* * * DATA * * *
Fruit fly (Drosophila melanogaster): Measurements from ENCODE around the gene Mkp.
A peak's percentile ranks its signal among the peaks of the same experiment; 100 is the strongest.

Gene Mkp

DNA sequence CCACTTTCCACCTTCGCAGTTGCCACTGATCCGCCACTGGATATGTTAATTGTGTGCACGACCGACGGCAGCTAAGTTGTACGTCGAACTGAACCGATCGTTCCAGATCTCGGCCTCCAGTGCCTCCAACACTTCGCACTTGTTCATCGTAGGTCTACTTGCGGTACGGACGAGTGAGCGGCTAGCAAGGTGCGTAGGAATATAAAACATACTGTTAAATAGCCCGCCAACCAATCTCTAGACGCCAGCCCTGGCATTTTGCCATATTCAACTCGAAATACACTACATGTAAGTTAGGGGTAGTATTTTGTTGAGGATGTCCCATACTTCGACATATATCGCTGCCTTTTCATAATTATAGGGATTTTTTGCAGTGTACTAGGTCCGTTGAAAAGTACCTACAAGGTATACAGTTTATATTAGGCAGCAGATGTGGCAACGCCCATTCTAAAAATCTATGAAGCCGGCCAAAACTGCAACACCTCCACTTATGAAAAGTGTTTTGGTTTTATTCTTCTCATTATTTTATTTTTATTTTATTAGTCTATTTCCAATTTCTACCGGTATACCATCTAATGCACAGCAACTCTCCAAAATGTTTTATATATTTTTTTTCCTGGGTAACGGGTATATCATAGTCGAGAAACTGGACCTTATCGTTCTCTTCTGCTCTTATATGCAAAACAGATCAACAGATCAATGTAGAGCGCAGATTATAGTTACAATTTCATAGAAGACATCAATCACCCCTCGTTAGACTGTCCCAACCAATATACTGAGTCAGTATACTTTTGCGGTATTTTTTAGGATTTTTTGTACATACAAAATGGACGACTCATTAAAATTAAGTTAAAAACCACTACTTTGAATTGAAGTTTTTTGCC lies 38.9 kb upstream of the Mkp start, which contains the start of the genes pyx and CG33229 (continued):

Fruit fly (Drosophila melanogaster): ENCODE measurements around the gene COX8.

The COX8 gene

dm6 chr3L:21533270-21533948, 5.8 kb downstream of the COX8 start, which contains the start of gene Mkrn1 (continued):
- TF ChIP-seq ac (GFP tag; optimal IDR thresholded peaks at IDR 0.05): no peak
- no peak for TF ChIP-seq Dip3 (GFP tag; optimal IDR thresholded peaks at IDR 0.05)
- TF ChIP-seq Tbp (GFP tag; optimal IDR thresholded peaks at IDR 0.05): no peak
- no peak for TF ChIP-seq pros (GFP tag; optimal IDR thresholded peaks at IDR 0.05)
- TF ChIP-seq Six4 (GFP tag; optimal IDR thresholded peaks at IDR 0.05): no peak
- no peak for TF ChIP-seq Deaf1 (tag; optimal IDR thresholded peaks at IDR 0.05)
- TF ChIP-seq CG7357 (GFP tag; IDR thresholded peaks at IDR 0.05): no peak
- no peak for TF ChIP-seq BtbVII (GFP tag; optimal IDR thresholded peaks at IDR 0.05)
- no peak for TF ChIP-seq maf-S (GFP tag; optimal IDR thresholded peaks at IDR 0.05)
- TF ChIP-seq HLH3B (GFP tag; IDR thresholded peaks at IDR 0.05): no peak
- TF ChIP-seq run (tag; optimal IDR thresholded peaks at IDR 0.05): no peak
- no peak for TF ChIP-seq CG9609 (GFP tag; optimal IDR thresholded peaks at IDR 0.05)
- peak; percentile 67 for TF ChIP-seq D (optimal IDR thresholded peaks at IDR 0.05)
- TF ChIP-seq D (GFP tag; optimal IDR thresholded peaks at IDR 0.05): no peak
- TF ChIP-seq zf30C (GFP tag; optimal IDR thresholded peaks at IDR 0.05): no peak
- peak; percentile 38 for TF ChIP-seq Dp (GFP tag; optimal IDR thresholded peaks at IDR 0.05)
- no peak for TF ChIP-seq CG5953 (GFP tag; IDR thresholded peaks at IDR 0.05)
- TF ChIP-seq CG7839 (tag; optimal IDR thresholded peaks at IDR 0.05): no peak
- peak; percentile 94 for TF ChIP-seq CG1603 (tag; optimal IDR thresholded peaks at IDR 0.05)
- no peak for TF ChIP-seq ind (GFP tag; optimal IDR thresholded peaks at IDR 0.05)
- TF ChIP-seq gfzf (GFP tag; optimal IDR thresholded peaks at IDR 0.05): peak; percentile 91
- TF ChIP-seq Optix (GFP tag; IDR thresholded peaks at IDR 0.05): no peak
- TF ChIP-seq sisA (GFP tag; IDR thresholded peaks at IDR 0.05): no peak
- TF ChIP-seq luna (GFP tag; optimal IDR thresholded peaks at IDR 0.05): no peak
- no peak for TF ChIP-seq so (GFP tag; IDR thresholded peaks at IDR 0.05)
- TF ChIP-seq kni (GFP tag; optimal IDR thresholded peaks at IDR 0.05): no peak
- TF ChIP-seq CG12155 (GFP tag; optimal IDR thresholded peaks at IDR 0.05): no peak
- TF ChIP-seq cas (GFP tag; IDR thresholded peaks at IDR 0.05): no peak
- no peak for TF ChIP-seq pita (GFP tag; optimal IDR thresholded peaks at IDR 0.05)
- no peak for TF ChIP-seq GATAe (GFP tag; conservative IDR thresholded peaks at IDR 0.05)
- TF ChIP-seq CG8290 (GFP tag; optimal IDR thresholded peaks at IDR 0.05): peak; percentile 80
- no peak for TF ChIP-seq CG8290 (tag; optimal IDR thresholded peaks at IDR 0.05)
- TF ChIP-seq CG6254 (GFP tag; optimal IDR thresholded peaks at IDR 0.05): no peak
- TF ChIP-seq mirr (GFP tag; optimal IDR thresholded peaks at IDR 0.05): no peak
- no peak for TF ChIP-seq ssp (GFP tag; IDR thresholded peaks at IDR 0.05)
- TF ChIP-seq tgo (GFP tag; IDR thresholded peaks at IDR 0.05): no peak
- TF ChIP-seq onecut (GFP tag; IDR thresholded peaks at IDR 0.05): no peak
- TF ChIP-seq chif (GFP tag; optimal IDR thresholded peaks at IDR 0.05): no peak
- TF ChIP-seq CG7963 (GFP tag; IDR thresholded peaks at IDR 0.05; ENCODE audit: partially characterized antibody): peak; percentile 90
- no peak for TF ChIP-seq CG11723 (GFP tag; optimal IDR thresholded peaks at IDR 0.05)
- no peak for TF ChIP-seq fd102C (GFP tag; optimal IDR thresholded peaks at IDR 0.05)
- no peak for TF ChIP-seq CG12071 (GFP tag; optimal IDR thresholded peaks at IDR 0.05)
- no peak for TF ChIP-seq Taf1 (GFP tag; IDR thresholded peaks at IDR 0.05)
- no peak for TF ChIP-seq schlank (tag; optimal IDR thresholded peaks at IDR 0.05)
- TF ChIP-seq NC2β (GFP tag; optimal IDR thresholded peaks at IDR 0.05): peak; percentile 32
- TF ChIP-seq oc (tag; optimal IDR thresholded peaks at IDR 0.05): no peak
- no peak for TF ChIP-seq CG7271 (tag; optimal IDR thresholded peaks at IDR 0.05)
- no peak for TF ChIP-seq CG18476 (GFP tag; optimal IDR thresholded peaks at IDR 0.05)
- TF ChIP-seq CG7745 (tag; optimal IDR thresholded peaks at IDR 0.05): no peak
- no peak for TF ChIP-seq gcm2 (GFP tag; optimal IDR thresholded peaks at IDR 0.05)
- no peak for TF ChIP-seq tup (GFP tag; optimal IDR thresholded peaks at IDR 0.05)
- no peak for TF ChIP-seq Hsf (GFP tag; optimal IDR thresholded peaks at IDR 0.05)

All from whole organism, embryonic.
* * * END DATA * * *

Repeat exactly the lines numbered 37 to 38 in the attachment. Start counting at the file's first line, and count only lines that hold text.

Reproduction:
- no peak for TF ChIP-seq GATAe (GFP tag; conservative IDR thresholded peaks at IDR 0.05)
- TF ChIP-seq CG8290 (GFP tag; optimal IDR thresholded peaks at IDR 0.05): peak; percentile 80